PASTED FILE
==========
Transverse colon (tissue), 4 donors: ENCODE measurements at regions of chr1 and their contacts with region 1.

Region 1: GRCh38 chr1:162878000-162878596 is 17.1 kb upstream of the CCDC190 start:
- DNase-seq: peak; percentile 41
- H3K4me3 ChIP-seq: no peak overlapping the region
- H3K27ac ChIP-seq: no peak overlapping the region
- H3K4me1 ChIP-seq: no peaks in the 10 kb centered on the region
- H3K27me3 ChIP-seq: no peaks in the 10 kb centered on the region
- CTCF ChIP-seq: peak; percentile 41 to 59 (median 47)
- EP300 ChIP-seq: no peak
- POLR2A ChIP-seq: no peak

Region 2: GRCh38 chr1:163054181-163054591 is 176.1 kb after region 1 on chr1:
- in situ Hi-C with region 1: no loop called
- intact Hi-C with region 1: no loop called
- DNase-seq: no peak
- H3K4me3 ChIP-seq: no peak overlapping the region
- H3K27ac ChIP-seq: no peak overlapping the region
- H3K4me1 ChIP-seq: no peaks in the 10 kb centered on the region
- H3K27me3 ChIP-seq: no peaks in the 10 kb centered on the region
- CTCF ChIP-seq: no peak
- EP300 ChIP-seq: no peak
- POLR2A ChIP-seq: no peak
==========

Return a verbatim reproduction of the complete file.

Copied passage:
Transverse colon (tissue), 4 donors: ENCODE measurements at regions of chr1 and their contacts with region 1.

Region 1: GRCh38 chr1:162878000-162878596 is 17.1 kb upstream of the CCDC190 start:
- DNase-seq: peak; percentile 41
- H3K4me3 ChIP-seq: no peak overlapping the region
- H3K27ac ChIP-seq: no peak overlapping the region
- H3K4me1 ChIP-seq: no peaks in the 10 kb centered on the region
- H3K27me3 ChIP-seq: no peaks in the 10 kb centered on the region
- CTCF ChIP-seq: peak; percentile 41 to 59 (median 47)
- EP300 ChIP-seq: no peak
- POLR2A ChIP-seq: no peak

Region 2: GRCh38 chr1:163054181-163054591 is 176.1 kb after region 1 on chr1:
- in situ Hi-C with region 1: no loop called
- intact Hi-C with region 1: no loop called
- DNase-seq: no peak
- H3K4me3 ChIP-seq: no peak overlapping the region
- H3K27ac ChIP-seq: no peak overlapping the region
- H3K4me1 ChIP-seq: no peaks in the 10 kb centered on the region
- H3K27me3 ChIP-seq: no peaks in the 10 kb centered on the region
- CTCF ChIP-seq: no peak
- EP300 ChIP-seq: no peak
- POLR2A ChIP-seq: no peak